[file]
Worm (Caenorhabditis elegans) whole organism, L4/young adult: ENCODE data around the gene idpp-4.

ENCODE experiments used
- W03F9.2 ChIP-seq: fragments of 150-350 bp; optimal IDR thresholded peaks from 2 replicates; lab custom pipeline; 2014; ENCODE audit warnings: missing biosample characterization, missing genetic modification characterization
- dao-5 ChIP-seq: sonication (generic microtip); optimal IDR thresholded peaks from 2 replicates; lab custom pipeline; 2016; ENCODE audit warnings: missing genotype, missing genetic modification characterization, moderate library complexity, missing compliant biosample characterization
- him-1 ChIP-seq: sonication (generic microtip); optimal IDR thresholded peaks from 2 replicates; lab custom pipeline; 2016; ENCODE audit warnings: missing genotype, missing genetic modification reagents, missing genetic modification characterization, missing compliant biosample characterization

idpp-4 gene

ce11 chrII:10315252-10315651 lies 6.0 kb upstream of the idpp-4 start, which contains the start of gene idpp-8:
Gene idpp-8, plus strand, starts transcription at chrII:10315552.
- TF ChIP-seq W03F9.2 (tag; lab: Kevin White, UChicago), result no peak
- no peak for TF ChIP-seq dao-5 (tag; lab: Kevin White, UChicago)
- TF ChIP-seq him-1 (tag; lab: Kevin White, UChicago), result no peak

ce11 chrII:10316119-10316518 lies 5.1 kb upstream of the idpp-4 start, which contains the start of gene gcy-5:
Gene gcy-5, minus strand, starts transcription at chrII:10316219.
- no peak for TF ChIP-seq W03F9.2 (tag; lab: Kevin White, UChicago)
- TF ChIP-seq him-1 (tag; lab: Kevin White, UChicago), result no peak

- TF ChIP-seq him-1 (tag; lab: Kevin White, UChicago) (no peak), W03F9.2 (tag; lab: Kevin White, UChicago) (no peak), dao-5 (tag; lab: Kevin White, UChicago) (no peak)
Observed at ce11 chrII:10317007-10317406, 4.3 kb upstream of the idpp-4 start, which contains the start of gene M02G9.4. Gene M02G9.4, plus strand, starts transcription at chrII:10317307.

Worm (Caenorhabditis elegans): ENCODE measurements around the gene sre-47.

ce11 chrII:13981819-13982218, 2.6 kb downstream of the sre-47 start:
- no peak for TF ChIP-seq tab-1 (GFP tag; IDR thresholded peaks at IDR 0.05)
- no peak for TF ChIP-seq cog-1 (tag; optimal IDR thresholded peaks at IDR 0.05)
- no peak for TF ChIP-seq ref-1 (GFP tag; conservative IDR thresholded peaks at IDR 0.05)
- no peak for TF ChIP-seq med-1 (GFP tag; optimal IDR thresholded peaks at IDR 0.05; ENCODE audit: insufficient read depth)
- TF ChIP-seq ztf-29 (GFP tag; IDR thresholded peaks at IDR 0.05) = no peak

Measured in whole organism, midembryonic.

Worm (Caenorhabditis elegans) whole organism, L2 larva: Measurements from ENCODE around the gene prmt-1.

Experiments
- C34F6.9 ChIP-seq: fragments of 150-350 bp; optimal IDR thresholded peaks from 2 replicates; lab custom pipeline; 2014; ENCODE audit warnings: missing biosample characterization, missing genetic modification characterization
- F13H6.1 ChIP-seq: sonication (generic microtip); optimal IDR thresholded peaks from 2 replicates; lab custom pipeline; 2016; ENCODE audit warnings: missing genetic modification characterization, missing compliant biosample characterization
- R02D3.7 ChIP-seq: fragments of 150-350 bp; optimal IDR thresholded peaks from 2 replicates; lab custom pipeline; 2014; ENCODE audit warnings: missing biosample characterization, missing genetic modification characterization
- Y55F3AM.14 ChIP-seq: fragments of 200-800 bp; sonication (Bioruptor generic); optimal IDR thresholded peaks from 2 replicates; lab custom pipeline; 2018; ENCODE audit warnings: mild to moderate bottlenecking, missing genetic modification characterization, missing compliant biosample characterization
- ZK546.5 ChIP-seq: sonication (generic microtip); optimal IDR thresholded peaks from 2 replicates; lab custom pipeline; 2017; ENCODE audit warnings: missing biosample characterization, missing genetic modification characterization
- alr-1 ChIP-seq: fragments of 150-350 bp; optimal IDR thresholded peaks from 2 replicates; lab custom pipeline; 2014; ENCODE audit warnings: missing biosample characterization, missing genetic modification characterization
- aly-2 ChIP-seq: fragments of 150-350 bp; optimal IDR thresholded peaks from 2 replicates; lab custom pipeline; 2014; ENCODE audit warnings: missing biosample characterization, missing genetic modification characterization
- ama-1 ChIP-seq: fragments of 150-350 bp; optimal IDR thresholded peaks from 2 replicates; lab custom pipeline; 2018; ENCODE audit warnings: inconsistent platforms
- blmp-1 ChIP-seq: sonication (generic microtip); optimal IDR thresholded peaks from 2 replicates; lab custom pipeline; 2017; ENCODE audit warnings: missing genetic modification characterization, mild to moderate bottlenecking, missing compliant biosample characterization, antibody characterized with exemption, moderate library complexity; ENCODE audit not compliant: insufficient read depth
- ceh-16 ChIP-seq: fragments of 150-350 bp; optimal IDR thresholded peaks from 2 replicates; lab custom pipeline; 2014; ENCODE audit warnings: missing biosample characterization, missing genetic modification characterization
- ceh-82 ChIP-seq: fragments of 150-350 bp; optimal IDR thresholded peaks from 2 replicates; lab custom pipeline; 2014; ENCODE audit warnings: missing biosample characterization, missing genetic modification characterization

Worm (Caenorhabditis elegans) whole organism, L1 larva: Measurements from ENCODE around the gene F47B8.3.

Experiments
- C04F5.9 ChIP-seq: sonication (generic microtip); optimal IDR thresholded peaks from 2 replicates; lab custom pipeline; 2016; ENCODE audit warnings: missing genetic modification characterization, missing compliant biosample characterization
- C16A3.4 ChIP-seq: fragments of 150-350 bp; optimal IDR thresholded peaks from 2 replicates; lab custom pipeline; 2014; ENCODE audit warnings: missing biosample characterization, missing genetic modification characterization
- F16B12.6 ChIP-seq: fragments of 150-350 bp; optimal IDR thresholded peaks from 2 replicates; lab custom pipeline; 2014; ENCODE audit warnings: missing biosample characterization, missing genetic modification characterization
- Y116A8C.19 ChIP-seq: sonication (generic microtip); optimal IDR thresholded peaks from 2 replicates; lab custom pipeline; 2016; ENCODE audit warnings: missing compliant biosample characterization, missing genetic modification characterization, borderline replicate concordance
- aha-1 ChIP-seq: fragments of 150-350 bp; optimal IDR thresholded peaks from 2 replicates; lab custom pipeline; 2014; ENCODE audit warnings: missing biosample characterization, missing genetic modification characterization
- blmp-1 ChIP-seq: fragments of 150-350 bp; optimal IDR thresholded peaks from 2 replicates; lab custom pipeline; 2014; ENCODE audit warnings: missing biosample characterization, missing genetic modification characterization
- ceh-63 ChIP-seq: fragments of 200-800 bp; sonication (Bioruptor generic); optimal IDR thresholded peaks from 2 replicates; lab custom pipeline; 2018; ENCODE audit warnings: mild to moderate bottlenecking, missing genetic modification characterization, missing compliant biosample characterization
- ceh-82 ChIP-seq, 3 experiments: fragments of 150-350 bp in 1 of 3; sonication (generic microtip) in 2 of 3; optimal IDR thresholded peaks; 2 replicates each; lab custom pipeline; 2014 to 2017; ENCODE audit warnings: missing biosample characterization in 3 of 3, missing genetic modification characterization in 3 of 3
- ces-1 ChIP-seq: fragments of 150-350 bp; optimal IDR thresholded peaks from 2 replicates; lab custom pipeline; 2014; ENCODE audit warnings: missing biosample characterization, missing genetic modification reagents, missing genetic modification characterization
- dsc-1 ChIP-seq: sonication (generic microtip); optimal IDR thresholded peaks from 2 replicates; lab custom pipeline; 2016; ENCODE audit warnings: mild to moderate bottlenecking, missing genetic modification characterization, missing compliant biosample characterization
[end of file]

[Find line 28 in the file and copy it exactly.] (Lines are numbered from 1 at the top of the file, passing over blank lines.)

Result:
- C34F6.9 ChIP-seq: fragments of 150-350 bp; optimal IDR thresholded peaks from 2 replicates; lab custom pipeline; 2014; ENCODE audit warnings: missing biosample characterization, missing genetic modification characterization